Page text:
Deathloop, for what it’s worth, doesn’t quite live up to its predecessors in this respect. It’s surprisingly handholdy in guiding you to break the loop (likely a play for a wider audience that’s nevertheless disappointing) and, compared to Dishonored, surprisingly restrictive in its actual assassinations. Your suite of supernatural powers is greatly reduced, there are fewer options for creative kills using the environment and physics, and the game also makes the regrettable choice (if I may be so crude) of rendering headshots mostly ineffective against Visionaries, which largely removes one of the great pleasures of the assassin-sim genre: the clean, efficient kill from a distance. But Deathloop still offers the same fun of murderous experimentation within a highly responsive world. At one point, I spent over an hour trying to eliminate a target and her entire retinue of guards using nothing but a magic spell that links the fates of everyone nearby and a single well-timed kick off a ledge. These are games that demand to be replayed again and again, if only to test out all the crazy shit you can do.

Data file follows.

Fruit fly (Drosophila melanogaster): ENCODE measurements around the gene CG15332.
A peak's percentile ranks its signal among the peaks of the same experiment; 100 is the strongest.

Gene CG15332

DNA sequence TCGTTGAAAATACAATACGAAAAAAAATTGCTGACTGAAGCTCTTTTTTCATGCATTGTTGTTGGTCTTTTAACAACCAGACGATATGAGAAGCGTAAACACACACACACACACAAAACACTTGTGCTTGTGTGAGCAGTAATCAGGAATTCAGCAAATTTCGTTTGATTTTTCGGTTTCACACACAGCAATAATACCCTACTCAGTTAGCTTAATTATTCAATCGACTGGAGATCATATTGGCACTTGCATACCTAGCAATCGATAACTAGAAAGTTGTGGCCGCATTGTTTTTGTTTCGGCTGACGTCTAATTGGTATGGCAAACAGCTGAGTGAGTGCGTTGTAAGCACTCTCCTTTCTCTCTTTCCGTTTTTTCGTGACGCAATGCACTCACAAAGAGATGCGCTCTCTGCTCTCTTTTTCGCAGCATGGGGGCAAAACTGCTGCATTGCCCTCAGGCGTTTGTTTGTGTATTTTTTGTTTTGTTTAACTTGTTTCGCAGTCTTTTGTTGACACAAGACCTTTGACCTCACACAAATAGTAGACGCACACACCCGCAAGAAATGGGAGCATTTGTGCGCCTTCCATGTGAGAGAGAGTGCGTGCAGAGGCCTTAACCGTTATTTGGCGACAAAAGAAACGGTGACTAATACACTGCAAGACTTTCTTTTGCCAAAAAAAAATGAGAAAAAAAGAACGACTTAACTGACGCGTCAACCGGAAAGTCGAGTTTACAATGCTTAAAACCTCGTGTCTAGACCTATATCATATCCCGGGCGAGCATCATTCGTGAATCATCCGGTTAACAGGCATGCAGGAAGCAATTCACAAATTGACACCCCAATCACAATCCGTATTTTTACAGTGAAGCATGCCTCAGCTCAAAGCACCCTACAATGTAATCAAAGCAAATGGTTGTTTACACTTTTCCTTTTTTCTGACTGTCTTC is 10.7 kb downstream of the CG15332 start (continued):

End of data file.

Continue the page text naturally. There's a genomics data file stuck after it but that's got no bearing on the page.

Indeed, repetition is central to the Arkane formula, even before factoring in the roguelike elements of Deathloop. The assassination-based mission structure, which the game shares with the Dishonored series, is especially conducive to compulsive replays. I imagine much could be written about why the act of assassination in particular has inspired some of the most exhilaratingly open-ended gameplay of the 21st century, from 2001’s Grand Theft Auto III to the recent Hitman games. Perhaps it has something to do with the way assassination implies a world. Whereas most action games need only simulate acts of violence, assassination games are obliged to simulate an entire interactive reality that both precedes and exceeds them — not just the combat arena but the streets and rooftops beyond it; not just the killing shot but the whole process of planning and infiltration that enables it — such that creative thinking and sheer spatial imagination are just as important as quick-twitch shooting skills. Kill this guy however you want: assassination in video games is a utopia of player freedom — even of creative expression — and for this reason it tends to reflect the medium’s essential conjoining of death and repetition in reverse. A successful hit leads not to progress but to a compulsive reset. I’ve killed those two scientists in Hitman’s Sapienza level more times than I can count; likewise for that one Russian commander early in Metal Gear Solid V. Despite its shortcomings as an actual assassination sim relative to Dishonored, Deathloop is uniquely reflexive about this. Its time-loop structure invests not only the player’s deaths but also their repeat hit jobs with an unusual narrative reality, prompting us to ask what would happen if Snake, Corvo, or Agent 47 actually remembered murdering the same person 20 times.